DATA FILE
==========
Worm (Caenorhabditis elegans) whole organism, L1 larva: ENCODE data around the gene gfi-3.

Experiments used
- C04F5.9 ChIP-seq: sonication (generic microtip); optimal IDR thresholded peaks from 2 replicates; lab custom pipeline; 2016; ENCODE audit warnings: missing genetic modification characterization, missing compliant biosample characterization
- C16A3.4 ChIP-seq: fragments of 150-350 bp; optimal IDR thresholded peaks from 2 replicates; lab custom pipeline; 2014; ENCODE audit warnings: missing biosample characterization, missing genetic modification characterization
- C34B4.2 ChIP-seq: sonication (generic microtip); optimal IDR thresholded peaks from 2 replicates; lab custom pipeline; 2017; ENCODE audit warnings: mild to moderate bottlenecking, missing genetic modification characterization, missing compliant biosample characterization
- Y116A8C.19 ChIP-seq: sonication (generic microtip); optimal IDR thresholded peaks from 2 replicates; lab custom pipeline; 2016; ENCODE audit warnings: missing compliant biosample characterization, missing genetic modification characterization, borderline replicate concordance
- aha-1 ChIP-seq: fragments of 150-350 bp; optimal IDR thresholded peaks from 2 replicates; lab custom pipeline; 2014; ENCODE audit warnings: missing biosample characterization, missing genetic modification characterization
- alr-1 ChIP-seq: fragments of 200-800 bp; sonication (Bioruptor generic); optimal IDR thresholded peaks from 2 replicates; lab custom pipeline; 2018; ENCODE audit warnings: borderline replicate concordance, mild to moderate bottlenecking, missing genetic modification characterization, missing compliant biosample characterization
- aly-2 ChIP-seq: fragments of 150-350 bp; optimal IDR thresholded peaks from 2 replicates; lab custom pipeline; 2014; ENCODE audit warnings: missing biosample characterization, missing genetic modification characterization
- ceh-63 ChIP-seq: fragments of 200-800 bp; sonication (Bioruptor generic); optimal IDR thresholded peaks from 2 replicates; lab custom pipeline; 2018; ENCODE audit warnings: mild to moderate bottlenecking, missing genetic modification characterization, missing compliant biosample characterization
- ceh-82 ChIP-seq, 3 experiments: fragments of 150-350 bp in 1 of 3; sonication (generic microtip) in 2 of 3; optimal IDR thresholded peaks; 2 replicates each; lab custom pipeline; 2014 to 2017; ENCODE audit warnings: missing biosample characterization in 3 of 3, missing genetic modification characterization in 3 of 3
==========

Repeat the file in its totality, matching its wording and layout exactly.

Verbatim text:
Worm (Caenorhabditis elegans) whole organism, L1 larva: ENCODE data around the gene gfi-3.

Experiments used
- C04F5.9 ChIP-seq: sonication (generic microtip); optimal IDR thresholded peaks from 2 replicates; lab custom pipeline; 2016; ENCODE audit warnings: missing genetic modification characterization, missing compliant biosample characterization
- C16A3.4 ChIP-seq: fragments of 150-350 bp; optimal IDR thresholded peaks from 2 replicates; lab custom pipeline; 2014; ENCODE audit warnings: missing biosample characterization, missing genetic modification characterization
- C34B4.2 ChIP-seq: sonication (generic microtip); optimal IDR thresholded peaks from 2 replicates; lab custom pipeline; 2017; ENCODE audit warnings: mild to moderate bottlenecking, missing genetic modification characterization, missing compliant biosample characterization
- Y116A8C.19 ChIP-seq: sonication (generic microtip); optimal IDR thresholded peaks from 2 replicates; lab custom pipeline; 2016; ENCODE audit warnings: missing compliant biosample characterization, missing genetic modification characterization, borderline replicate concordance
- aha-1 ChIP-seq: fragments of 150-350 bp; optimal IDR thresholded peaks from 2 replicates; lab custom pipeline; 2014; ENCODE audit warnings: missing biosample characterization, missing genetic modification characterization
- alr-1 ChIP-seq: fragments of 200-800 bp; sonication (Bioruptor generic); optimal IDR thresholded peaks from 2 replicates; lab custom pipeline; 2018; ENCODE audit warnings: borderline replicate concordance, mild to moderate bottlenecking, missing genetic modification characterization, missing compliant biosample characterization
- aly-2 ChIP-seq: fragments of 150-350 bp; optimal IDR thresholded peaks from 2 replicates; lab custom pipeline; 2014; ENCODE audit warnings: missing biosample characterization, missing genetic modification characterization
- ceh-63 ChIP-seq: fragments of 200-800 bp; sonication (Bioruptor generic); optimal IDR thresholded peaks from 2 replicates; lab custom pipeline; 2018; ENCODE audit warnings: mild to moderate bottlenecking, missing genetic modification characterization, missing compliant biosample characterization
- ceh-82 ChIP-seq, 3 experiments: fragments of 150-350 bp in 1 of 3; sonication (generic microtip) in 2 of 3; optimal IDR thresholded peaks; 2 replicates each; lab custom pipeline; 2014 to 2017; ENCODE audit warnings: missing biosample characterization in 3 of 3, missing genetic modification characterization in 3 of 3